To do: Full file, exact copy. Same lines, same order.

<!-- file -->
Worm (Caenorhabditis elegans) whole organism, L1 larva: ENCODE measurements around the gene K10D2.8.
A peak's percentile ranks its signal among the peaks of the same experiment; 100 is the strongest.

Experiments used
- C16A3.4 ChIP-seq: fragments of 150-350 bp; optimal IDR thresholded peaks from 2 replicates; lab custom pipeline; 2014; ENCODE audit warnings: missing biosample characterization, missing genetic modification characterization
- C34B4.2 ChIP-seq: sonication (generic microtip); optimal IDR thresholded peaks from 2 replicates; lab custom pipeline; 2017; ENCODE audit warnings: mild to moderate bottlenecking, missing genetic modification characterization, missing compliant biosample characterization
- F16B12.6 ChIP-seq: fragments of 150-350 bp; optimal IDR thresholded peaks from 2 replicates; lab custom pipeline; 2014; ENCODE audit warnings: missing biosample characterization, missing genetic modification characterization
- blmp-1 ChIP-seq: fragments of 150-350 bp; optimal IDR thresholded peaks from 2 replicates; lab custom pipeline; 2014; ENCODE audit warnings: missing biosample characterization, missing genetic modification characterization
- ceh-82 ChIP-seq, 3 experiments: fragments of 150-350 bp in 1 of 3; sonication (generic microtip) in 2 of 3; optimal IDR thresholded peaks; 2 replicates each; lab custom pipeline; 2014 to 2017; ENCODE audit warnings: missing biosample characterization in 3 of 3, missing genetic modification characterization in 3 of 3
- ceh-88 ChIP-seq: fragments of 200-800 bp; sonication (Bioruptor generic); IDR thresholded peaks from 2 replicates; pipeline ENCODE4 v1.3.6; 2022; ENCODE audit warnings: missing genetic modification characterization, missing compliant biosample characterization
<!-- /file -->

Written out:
Worm (Caenorhabditis elegans) whole organism, L1 larva: ENCODE measurements around the gene K10D2.8.
A peak's percentile ranks its signal among the peaks of the same experiment; 100 is the strongest.

Experiments used
- C16A3.4 ChIP-seq: fragments of 150-350 bp; optimal IDR thresholded peaks from 2 replicates; lab custom pipeline; 2014; ENCODE audit warnings: missing biosample characterization, missing genetic modification characterization
- C34B4.2 ChIP-seq: sonication (generic microtip); optimal IDR thresholded peaks from 2 replicates; lab custom pipeline; 2017; ENCODE audit warnings: mild to moderate bottlenecking, missing genetic modification characterization, missing compliant biosample characterization
- F16B12.6 ChIP-seq: fragments of 150-350 bp; optimal IDR thresholded peaks from 2 replicates; lab custom pipeline; 2014; ENCODE audit warnings: missing biosample characterization, missing genetic modification characterization
- blmp-1 ChIP-seq: fragments of 150-350 bp; optimal IDR thresholded peaks from 2 replicates; lab custom pipeline; 2014; ENCODE audit warnings: missing biosample characterization, missing genetic modification characterization
- ceh-82 ChIP-seq, 3 experiments: fragments of 150-350 bp in 1 of 3; sonication (generic microtip) in 2 of 3; optimal IDR thresholded peaks; 2 replicates each; lab custom pipeline; 2014 to 2017; ENCODE audit warnings: missing biosample characterization in 3 of 3, missing genetic modification characterization in 3 of 3
- ceh-88 ChIP-seq: fragments of 200-800 bp; sonication (Bioruptor generic); IDR thresholded peaks from 2 replicates; pipeline ENCODE4 v1.3.6; 2022; ENCODE audit warnings: missing genetic modification characterization, missing compliant biosample characterization